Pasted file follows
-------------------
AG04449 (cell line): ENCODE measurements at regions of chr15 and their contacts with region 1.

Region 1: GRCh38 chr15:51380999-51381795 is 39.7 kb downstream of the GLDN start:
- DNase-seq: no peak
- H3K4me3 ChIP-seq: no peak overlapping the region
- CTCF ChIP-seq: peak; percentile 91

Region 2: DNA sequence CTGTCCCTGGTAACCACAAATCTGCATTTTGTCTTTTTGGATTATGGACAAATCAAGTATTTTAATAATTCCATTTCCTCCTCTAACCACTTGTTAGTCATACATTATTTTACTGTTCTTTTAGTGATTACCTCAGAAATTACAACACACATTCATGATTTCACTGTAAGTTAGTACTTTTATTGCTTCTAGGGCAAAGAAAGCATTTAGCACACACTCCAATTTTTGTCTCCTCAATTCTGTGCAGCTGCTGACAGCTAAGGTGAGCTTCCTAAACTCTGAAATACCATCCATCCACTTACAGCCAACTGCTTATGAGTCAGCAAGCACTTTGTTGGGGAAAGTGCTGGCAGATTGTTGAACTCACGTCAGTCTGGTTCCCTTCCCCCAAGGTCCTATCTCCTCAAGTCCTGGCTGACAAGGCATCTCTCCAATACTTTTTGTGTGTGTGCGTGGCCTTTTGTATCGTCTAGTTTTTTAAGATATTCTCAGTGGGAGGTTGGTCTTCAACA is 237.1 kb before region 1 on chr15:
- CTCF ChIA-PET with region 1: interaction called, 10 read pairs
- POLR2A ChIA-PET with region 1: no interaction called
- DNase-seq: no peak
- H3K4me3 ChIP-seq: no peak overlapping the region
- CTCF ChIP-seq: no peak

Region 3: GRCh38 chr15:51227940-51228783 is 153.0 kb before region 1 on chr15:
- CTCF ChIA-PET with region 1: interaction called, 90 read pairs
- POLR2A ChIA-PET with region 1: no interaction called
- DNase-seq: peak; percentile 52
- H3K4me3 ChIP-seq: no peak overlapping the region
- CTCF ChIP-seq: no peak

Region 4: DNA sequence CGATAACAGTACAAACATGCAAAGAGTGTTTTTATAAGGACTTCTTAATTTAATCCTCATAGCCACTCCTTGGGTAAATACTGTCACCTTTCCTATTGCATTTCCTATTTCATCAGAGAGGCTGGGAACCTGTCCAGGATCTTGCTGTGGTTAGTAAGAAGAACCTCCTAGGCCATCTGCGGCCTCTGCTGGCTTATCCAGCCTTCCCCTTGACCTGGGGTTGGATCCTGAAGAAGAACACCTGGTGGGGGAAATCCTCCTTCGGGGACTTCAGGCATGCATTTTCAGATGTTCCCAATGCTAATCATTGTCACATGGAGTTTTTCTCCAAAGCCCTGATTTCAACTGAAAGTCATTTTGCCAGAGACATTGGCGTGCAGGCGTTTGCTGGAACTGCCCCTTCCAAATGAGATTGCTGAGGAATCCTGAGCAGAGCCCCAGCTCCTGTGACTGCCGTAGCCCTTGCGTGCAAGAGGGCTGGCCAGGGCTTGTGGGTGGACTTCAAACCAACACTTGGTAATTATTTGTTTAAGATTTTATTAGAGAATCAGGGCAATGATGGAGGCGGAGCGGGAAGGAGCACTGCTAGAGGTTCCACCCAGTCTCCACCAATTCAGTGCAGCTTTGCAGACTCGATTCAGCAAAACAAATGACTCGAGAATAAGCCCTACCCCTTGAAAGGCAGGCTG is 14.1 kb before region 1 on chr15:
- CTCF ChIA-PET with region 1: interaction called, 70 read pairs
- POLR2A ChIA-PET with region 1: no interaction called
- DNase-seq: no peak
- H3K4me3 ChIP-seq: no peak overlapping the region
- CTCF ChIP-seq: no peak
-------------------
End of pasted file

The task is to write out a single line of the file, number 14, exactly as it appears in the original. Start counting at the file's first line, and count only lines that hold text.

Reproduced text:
- POLR2A ChIA-PET with region 1: no interaction called